Arizona’s two U.S. senators will not return campaign contributions to the Fiesta Bowl that were made in the names of employees and their families.
Aides to both John McCain and Jon Kyl said the senators were not aware that the people who had made the donations had been reimbursed by the Fiesta Bowl. Such a move is illegal.
McCain got $19,500 over several election cycles; Kyl was the beneficiary of $3,000 in campaign funds.
McCain spokeswoman Brooke Buchanan said Tuesday her senator “has always complied with all appropriate rules and regulations for political contributions.’’ And she said that he has a procedure for dealing with questionable donations.
“As we have done in the past ... the contributions were donated to Arizona charities, specifically Arizona Boys and Girls clubs,’’ Buchanan told Capitol Media Services.
Kyl is following a similar path.
In a letter to Nathan Hochman, the Fiesta Bowl’s attorney, the senator said it would make no sense to write a check to the organization that Hochman represents.
“I do not believe it would be appropriate to give money to the Fiesta Bowl, given its admission of improper conduct,’’ Kyl wrote.
“In the past when I have learned that funds have been improperly contributed to my campaign, I have donated them to charity,’’ Kyl wrote in the letter obtained Tuesday by Capitol Media Services. “And since the Fiesta Bowl now acknowledges impropriety, that’s what I will do.’’
All totaled, the Fiesta Bowl is trying to recoup more than $48,225 in what the report said were improper campaign contributions.
Gov. Jan Brewer also was the beneficiary of some of those Fiesta Bowl donations.
“I did nothing wrong,’’ the governor said Tuesday. “I accepted donations.’’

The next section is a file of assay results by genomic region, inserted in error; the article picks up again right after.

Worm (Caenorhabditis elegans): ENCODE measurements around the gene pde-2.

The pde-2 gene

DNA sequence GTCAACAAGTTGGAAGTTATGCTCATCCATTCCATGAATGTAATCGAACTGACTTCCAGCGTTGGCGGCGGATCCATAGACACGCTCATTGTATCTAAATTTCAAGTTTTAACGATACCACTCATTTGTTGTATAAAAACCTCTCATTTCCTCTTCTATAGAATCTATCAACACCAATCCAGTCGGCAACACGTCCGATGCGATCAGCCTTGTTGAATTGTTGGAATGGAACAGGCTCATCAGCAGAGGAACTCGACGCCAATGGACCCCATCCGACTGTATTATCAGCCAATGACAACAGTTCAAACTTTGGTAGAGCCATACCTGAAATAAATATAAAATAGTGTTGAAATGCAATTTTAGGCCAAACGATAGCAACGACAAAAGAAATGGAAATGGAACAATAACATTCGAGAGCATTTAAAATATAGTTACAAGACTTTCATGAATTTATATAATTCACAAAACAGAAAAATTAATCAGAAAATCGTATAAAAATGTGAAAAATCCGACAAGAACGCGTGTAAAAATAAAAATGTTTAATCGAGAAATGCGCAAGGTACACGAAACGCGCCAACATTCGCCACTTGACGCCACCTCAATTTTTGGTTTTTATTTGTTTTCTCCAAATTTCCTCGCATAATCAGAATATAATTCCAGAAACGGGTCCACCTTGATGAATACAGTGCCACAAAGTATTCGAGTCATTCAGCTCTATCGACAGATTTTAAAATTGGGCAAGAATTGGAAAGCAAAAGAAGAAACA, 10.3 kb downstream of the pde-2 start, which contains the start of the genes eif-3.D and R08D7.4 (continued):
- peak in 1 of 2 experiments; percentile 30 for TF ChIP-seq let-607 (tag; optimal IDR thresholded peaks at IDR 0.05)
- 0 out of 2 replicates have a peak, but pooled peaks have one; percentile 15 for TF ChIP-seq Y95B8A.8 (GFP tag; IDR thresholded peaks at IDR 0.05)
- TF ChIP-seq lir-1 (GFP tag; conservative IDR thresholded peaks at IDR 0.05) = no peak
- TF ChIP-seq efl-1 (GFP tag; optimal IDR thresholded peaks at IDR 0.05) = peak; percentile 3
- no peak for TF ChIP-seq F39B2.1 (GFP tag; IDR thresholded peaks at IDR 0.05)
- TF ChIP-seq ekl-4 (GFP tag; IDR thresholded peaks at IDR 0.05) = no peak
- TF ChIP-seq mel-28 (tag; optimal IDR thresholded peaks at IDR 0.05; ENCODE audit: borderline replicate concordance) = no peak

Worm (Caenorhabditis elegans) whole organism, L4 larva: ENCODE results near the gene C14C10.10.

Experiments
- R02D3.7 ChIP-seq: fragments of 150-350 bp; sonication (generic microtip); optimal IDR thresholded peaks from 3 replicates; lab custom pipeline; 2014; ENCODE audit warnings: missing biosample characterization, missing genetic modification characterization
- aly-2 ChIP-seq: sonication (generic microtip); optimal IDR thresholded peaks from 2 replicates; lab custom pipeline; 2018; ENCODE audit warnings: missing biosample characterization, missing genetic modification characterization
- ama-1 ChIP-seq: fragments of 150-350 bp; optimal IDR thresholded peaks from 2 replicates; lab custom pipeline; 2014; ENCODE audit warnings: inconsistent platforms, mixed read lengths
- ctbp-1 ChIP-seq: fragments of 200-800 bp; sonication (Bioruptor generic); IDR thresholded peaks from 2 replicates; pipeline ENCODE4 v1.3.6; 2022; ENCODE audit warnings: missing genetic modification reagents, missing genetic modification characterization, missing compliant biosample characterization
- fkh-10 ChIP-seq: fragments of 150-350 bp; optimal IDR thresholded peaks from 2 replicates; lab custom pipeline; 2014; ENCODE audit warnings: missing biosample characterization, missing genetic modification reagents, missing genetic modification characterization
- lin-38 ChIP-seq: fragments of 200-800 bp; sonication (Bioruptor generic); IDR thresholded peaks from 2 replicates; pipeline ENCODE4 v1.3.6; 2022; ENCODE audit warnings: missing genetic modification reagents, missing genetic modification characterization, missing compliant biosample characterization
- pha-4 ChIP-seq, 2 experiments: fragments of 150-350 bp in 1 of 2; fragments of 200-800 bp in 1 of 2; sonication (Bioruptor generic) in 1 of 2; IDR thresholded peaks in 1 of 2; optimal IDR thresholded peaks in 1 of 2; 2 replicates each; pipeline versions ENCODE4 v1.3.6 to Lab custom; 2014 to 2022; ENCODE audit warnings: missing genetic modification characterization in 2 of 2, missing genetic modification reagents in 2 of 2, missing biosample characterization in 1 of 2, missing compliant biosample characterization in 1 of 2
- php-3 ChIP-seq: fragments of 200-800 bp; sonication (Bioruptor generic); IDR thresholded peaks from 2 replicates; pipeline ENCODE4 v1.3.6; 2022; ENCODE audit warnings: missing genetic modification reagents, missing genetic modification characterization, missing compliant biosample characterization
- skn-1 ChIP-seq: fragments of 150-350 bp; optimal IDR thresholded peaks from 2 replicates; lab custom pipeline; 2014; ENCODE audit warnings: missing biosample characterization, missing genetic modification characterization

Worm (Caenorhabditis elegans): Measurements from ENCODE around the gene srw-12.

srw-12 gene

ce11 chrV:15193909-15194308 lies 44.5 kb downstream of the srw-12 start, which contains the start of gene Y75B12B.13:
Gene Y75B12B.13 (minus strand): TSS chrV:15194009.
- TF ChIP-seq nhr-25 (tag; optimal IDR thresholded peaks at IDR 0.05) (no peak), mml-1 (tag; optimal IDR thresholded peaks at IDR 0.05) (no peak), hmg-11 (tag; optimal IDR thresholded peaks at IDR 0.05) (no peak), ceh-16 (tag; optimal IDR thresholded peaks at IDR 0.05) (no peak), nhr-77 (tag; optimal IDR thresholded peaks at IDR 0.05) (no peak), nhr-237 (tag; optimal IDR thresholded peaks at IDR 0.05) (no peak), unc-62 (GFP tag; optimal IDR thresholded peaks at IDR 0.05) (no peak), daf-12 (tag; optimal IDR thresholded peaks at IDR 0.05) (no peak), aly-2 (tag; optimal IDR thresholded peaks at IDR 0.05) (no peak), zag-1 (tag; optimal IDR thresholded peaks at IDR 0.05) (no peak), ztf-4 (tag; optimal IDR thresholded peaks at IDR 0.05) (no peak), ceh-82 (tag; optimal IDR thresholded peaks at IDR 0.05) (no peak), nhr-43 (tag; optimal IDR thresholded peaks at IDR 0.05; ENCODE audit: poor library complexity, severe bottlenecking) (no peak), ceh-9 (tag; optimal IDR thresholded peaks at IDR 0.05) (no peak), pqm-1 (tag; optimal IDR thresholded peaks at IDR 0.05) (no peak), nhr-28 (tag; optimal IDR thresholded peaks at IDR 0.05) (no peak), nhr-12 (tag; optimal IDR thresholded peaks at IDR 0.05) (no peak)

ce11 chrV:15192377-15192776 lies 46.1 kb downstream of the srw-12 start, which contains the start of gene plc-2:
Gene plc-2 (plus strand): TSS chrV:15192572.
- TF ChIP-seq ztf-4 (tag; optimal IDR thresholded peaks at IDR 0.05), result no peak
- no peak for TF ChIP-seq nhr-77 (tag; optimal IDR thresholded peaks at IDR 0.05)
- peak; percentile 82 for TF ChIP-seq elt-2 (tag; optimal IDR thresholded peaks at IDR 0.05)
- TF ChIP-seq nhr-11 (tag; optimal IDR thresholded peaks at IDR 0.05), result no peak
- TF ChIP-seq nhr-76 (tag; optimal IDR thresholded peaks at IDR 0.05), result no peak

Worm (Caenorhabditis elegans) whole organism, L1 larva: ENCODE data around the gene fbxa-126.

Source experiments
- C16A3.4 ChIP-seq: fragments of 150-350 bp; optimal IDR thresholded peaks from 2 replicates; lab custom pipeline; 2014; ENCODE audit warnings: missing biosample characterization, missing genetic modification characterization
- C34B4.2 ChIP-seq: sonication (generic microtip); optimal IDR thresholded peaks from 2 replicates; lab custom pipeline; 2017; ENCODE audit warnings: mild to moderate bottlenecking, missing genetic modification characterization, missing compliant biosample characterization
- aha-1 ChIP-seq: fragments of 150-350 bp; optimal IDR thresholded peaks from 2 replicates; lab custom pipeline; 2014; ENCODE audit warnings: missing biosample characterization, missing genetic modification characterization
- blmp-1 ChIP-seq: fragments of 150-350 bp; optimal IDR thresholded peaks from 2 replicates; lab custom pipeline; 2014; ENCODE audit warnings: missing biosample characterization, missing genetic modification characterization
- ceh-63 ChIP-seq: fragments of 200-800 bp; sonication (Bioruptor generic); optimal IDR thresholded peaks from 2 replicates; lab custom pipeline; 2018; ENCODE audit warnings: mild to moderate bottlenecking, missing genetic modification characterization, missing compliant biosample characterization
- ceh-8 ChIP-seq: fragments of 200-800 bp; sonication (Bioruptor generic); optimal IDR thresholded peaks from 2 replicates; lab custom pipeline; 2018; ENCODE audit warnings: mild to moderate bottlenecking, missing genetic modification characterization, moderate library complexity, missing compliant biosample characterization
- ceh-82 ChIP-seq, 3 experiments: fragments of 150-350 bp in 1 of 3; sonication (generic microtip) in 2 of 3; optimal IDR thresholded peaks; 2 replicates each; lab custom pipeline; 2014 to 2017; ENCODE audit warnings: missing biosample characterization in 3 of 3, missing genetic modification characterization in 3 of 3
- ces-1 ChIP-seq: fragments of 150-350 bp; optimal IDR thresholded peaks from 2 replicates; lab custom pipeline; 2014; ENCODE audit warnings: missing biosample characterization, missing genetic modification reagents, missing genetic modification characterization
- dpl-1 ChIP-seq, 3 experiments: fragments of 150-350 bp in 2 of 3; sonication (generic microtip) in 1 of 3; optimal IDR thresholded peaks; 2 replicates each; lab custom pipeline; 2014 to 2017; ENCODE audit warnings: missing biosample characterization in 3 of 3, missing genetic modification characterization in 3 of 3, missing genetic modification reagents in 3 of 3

She said any crime committed was by those who made the contributions and got reimbursed.
But unlike the two senators, there will be no charitable donations.
“I was a ‘clean campaign’ candidate,’’ the governor said Tuesday, getting public funds for last year’s campaign.
The cash she got was in “seed money,’’ which even publicly financed candidates can accept. Those funds eventually got combined with the more than $2.1 million she got to run her campaign.
But Brewer said that after all the bills were paid, she returned what was left in the account — less than $17 — to the Citizens Clean Elections Commission as required by law.
“They can go to Clean Elections and get their money,’’ Brewer said of the request for return of the donations.
The commission, however, has no plans to send any funds to the Fiesta Bowl.
Those donations were turned up as part of an internal investigation by the bowl. More than $15,000 of the donations came from John Junker, who was executive director until he was ousted.
That report also found what it called thousands of dollars of funds spent inappropriately.
Hochman has said that the effort to recoup the wrongfully donated funds is part of the ongoing effort to reform the practices of the Fiesta Bowl.
The Bowl Championship Series has fined the Fiesta Bowl $1 million but opted not to revoke its status as one of four bowls, which, on a rotating basis, hosts the national championship game.